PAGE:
For those who are not familiar with the story of Snow White, it’s story is just like your typical fairy tale. In a nutshell, Snow White is a beautiful girl who is forced to hide away from the woods because she was so beautiful. She was so pretty that the queen of the land herself was jealous of her beauty. She was so jealous of Snow White that it came to the point that she was willing to kill her just to be the most beautiful woman in the land. Snow White had an easy escape, the man whom the queen ordered to kill her had pitied her and let her run away as he disguised killing Snow White by delivering a heart of a pig instead of Snow White’s heart. In the woods, Snow White finds refuge in the home of the 7 dwarfs whom treated her like she was one of them. Unfortunately, the queen had means to find out if Snow White was really still alive. She had a magic mirror which gives her answers to all the questions she asks, and when she asked who the fairest one of all was, it was revealed that Snow White had survived and she was hiding in the woods for safety. The Queen, still jealous of the beauty of Snow White plans to kill her with a poisoned apple. Little did she know that the spell of the poisoned apple can be broken by the kiss of a prince which did happen and as all typical fairy tale goes, they lived happily ever after.
There are a lot of interpretations and feedbacks for this fairy tale. Ruth MacDonald says in “The Tale Retold: Feminist Fairy Tales,” three solutions to the lack of folk tales or fairy tales like these acceptable to feminists:
“One may present the tales, unaltered, with their traditional endings, and the devil take the consequences of the possible damage to a young girl’s career expectations; one may rewrite the tales, deemphasizing physical beauty and marriage, but thereby violating the objectivity of the folklore collector by imposing one’s own language and bias on the narrative; or one may write new tales, using folklore motifs with less conventional endings.” p. 18.
Her point of view as a feminist suggests that the image of a woman in the story of snow white should depict a more powerful role in respect to the image of a woman. Another point of view from “Feminism and Fairy Tales,” by Karen Rowe is that:
“To examine selected popular folktales from the perspective of modern feminism is to revisualize those paradigms which shape our romantic expectations and to illuminate psychic ambiguities which often confound contemporary women. Portrayals of adolescent waiting and dreaming, patterns of double enchantment, and romanticizations of marriage contribute to the potency of fairy tales. Yet, such alluring fantasies gloss the heroine’s inability to act self-assertively, total reliance on external rescues, willing bondage to father and prince, and her restriction to hearth and nursery. Although many readers discount obvious fantasy elements, they may still fall prey to more subtle paradigms through identification with the heroine. Thus, subconsciously women may transfer from fairy tales into real life cultural norms which exalt passivity, dependency, and self-sacrifice as a female’s cardinal virtues. In short, fairy tales perpetuate the patriarchal status quo by making female subordination seem a romantically desirable, indeed an inescapable fate.” p. 207.
To a certain extent, both of them are right, portraying Snow White in a weak role depicts how society views a woman and how a woman can place herself in society. Specially in fairytales, where the target audience are children, little girls are made to believe that they should always helplessly wait for their prince.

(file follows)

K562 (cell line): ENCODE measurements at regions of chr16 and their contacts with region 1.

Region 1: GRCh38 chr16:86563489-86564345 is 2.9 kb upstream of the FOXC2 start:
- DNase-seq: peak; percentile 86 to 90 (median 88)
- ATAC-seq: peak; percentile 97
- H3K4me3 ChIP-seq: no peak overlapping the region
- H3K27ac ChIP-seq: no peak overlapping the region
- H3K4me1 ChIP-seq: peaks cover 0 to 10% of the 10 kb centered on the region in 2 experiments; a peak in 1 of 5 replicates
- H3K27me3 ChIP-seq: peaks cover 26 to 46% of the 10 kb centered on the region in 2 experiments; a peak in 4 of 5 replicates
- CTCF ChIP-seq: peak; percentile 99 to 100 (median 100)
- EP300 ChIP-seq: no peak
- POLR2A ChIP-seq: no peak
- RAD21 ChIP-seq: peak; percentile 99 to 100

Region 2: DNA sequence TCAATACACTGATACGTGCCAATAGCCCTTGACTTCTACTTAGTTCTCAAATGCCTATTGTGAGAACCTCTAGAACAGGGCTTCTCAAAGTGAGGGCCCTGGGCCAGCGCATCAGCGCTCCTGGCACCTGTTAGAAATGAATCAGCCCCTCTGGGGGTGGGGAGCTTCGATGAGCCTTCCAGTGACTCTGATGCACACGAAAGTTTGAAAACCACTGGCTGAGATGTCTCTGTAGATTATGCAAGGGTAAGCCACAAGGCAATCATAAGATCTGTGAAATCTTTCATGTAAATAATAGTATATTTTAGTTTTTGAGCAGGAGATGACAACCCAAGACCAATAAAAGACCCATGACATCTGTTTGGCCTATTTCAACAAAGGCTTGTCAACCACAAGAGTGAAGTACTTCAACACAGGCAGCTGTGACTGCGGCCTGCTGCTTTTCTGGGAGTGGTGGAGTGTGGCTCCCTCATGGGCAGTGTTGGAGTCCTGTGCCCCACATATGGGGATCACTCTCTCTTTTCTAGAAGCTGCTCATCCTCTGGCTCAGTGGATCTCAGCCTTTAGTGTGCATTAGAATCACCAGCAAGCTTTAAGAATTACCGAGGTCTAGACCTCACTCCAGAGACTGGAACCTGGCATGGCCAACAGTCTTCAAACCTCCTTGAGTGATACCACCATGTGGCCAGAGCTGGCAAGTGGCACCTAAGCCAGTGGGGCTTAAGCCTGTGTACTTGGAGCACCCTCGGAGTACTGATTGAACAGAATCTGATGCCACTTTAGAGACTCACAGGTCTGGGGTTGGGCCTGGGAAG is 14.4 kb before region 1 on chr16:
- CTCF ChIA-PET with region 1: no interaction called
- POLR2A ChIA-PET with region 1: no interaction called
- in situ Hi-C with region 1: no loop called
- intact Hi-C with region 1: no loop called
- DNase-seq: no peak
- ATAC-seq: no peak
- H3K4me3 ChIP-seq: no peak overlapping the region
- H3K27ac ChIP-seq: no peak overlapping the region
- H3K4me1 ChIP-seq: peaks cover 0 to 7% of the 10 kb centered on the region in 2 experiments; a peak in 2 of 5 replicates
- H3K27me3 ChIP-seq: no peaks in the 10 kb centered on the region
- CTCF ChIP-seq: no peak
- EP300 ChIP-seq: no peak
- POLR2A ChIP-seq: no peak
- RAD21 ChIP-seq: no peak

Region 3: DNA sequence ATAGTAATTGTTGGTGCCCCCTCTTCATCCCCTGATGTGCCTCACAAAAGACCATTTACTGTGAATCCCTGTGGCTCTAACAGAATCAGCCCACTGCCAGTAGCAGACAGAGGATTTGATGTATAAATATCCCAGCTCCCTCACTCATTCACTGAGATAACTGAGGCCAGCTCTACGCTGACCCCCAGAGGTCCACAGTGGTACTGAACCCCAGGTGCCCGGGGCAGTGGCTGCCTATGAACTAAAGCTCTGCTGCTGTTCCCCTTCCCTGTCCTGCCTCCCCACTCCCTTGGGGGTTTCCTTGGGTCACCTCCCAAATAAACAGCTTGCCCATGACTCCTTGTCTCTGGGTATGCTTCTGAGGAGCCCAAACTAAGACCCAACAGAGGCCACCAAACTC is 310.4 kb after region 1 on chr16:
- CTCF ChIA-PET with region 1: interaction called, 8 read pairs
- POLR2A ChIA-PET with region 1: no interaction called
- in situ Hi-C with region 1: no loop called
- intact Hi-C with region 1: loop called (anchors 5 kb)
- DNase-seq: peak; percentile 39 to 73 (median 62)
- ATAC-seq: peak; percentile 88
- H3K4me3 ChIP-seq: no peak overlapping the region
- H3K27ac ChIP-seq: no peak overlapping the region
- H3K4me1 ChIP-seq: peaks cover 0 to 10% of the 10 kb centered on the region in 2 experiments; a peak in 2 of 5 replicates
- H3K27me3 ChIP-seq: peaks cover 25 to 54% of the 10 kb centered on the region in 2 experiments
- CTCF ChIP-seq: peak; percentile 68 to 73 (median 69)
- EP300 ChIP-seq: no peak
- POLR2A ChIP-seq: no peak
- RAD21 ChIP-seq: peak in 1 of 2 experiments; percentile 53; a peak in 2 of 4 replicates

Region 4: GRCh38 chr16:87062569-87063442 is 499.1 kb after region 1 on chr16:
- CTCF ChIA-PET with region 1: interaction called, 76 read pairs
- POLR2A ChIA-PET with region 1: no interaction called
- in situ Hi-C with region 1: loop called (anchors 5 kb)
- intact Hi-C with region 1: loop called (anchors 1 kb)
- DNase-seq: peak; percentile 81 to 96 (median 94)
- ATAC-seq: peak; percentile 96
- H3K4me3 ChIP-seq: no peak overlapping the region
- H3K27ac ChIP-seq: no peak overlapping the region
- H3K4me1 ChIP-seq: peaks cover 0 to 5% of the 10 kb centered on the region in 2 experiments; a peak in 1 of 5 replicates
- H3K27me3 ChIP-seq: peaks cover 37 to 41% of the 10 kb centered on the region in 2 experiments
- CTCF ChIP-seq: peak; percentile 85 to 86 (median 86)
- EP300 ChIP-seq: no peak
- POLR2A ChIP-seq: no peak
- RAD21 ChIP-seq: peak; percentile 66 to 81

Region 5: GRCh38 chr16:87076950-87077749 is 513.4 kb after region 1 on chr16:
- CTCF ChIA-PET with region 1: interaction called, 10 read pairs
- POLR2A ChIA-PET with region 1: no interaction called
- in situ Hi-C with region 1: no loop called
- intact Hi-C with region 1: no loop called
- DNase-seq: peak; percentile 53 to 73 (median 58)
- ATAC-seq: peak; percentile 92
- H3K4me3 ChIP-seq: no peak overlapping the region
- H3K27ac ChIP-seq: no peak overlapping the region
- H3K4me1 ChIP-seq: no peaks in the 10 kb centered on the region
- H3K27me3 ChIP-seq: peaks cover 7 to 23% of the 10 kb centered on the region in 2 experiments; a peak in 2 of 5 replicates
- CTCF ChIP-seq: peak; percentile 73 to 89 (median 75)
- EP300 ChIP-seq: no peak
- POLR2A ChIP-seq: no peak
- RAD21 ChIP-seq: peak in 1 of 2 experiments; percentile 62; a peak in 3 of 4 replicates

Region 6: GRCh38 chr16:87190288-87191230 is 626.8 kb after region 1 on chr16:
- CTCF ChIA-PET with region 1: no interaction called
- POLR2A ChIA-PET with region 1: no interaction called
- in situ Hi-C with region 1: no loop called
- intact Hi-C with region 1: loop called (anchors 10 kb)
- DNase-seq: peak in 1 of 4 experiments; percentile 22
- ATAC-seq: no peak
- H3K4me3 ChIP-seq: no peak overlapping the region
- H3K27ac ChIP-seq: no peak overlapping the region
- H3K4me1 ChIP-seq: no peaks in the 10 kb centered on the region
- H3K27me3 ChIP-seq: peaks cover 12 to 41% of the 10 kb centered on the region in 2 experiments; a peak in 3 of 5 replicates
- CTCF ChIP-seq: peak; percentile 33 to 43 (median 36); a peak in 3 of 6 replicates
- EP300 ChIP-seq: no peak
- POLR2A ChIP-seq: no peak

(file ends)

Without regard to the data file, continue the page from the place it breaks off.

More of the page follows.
The illustration of the ad of Louis Vuitton bags shows the exact “girl power” that feminists Karen and Ruth are looking for. Since the modern day woman should be in charge of her life, the portrait of Snow White carrying her own bags, leading the pack of the 7 dwarfs, looking like she was in charge of her destiny is the exact same picture women these days would want to have.
Gone are the typical days where in girls lie down and wait for their prince to come to their rescue, while the childhood dream is still to find the prince, through time and experience, women have come to realize that finding the perfect prince is not as simple as it seems. Love is also depicted as bittersweet now-a-days. You can almost no longer depict love with out pain and sorrow. Maybe that is why the image of the path of Snow White with the 7 dwarfs seems to be so dark. It might also explain the weary expression on her face while on her journey. Although the picture does depict a dark aura, Snow White is still in a white flowery dress which might depict hope for women that despite the bittersweet journey, everyone is still looking for love and bliss with that prince. The only difference now is that instead of waiting for love to come, it wouldn’t hurt to be in search for in on your own.
In the advertisement of Loius Vuitton, the advertisement targets your empowered woman in search for her own happy fairytale ending. Through the style and the likes of the bag especially the color give vibrance that depicts the hopes and dreams of your modern day woman ready to grasp and look for that fairy tale ending no matter how hopeless the battle can seem to be. The expensive luggage depicts power and strength to your modern day woman capable of searching for both herself and her dreams. The luggage that Snow White carries is the expression of how successful women carry the trials of the real world in style in search for the cliché that we are all secretly dying to reach; that happily ever after that will apply in each of our lives.
Weedon., L.L. Grimm’s Fairy Tales London: Ernest Nister, 1898
MacDonald, Ruth. “The Tale Retold: Feminist Fairy Tales.” Childrens Literature
Association Quarterly 7.2 (1982): 18-20.
Rowe, Karen. “Contemporary Feminist Fairy Tales” New York: Methuen. 1986